Lawyers first took up residence in Canberra in the late 1920s, and in 1933, with the economy recovering from the great depression, a handful of Canberra lawyers formed the “Law Society of the Territory for the Seat of Government”.

The first solicitor to commence practice in Canberra (that is, from an office in the Territory), was Eric K Hart of Melbourne firm HE Elliott. He was resident at the Hotel Canberra in November 1926.

In 1940 the name was changed to the “Law Society of the Australian Capital Territory”. After a slow beginning, the post-World War II years were a period of expansion, especially in the 1960s with the accelerated relocation of the Commonwealth public service to Canberra.

There were only three women practising law in Canberra by 1965: Margaret Reid, Caroline Emerson (MacPhillamy’s) and Adrienne O’Connor (Davies Bailey & Cater).

With the growth of the population, and consequently the profession, came the need for a modern regulatory system similar to the surrounding State of New South Wales. In 1970 the Commonwealth Government passed the ACT Legal Practitioners Ordinance, which since self-government, was called the Legal Practitioners Act. The Act gave the Society general powers to regulate the Territory's legal profession.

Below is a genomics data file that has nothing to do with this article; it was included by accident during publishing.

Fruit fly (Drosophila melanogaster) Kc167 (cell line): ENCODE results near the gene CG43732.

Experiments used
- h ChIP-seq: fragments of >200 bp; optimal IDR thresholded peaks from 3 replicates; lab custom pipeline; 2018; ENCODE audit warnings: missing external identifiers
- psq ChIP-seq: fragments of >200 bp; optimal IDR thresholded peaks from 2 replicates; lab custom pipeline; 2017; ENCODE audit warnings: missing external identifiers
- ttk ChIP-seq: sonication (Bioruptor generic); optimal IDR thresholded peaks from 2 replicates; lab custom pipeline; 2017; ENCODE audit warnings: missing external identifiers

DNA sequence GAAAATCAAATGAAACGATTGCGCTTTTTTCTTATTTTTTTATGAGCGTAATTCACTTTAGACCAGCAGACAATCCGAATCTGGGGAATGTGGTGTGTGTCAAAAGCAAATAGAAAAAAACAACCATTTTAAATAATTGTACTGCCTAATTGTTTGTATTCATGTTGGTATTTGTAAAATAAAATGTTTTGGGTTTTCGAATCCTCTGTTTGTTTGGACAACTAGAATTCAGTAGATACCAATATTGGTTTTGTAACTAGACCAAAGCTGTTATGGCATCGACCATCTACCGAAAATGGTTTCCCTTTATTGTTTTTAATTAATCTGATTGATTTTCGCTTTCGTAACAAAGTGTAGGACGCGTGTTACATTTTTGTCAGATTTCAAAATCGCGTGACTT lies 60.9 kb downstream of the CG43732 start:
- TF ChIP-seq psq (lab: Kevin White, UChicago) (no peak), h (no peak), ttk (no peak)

In June 2006, the Legal Practitioners Act 1970 was replaced by the Legal Profession Act 2006 and Regulations. The Legal Profession Act is based on a national Model Law that aims to standardise the regulation of the Australian legal profession.

The Society continues to regulate the Territory's solicitors. These powers are exercised in consultation with, or with the approval of, the ACT Attorney-General.

Book available for purchase

More information on the Society's history can be found in Ethos and Ethics: A History of the Law Society of the Australian Capital Territory, 1933-1993, by Susan Mary Woolcock Withycombe. Copies of Ethos and Ethics are available for purchase from the Law Society.

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